by Ethan Handelman, National Housing Conference
This Sunday’s Washington Post editorial struck a note of caution about the Federal Housing Administration (FHA), which has played a critical role in keeping mortgage credit available during the housing downturn. FHA expanded to fill the vacuum created when private mortgage capital fled the market, thereby filling a much greater share of the market than it had previously. FHA has also historically been a money-maker for the federal government, earning annual profits from its mortgage insurance premiums that helped reduce pressure on federal appropriations.
The Post editorial raises valid concerns—we should be careful that the emergency role FHA took on does not become a permanent state of affairs. The primary way to do that, however, is not via the government’s management of FHA, but by making its expanded role unnecessary. If capital were flowing into mortgages efficiently outside of FHA, government could safely start ratcheting back the FHA flow. The lesson is that we should get to work fixing mortgage finance so that it serves the market broadly and manages systemic risk effectively.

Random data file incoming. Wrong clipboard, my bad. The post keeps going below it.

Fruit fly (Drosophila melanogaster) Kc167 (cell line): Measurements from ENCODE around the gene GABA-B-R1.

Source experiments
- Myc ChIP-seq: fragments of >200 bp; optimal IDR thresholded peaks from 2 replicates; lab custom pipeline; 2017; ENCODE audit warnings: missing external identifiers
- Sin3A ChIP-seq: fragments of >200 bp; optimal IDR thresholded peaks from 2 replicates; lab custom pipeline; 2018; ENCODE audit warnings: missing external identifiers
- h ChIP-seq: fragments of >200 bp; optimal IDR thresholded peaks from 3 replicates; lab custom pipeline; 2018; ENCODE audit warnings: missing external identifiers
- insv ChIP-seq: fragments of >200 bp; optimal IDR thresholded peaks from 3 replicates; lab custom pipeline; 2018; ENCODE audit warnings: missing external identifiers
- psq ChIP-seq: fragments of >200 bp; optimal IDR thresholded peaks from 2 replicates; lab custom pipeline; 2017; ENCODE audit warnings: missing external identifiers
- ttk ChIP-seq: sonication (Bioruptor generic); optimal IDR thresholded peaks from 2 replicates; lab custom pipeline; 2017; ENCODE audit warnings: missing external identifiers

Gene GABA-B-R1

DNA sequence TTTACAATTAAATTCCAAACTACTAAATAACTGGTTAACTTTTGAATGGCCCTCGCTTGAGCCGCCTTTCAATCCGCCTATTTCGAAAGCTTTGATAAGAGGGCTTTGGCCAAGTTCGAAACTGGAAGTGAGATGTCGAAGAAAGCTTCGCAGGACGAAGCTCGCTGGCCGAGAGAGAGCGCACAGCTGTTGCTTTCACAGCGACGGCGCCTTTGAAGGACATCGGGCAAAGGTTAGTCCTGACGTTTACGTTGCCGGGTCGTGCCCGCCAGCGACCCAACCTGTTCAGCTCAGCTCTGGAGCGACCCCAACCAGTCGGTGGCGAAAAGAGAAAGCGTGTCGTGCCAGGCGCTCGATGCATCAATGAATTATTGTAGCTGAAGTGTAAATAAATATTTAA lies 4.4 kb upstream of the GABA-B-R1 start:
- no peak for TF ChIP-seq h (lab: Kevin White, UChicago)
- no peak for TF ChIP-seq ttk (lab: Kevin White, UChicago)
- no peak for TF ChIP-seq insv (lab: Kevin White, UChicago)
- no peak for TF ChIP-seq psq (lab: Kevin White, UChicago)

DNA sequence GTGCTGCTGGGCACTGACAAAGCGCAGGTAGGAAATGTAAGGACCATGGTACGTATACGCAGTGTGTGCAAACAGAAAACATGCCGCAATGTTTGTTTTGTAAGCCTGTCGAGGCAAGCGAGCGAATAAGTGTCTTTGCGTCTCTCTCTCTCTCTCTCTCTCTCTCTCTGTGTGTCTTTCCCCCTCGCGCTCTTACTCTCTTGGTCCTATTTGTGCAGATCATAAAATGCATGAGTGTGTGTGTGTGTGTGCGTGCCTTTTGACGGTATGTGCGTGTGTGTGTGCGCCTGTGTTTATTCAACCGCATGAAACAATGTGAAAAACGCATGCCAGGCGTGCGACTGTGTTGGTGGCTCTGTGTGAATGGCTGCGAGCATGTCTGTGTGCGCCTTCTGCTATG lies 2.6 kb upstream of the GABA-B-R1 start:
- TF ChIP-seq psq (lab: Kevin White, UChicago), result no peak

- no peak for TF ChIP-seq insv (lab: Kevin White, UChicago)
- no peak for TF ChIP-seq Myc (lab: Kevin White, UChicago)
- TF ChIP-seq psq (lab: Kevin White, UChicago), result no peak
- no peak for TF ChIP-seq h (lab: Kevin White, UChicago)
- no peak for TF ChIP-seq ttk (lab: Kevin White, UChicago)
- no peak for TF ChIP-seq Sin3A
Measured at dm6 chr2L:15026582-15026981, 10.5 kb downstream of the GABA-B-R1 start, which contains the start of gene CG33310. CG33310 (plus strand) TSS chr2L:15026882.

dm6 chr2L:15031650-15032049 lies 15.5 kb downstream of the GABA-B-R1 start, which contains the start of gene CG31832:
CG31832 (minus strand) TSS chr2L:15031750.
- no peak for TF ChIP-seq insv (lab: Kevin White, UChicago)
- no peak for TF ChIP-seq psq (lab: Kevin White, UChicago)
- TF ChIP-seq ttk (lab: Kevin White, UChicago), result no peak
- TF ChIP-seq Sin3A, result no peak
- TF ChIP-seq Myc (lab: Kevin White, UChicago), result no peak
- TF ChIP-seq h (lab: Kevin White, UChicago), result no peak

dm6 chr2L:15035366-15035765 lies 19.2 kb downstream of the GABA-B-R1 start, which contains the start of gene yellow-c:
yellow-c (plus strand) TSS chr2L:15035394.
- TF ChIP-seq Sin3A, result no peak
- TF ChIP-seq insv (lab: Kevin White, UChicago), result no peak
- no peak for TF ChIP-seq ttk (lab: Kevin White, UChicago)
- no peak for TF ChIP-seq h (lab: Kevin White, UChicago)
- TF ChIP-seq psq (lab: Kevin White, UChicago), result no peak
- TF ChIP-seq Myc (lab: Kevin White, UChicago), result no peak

NHC put forward principles for guiding mortgage finance reform nearly three years ago, followed by more specific principles for the multifamily mortgage finance sector. Despite a thoughtful white paper from the Treasury department about a year ago and some limited legislative action, progress toward a solution has been slow. More is needed.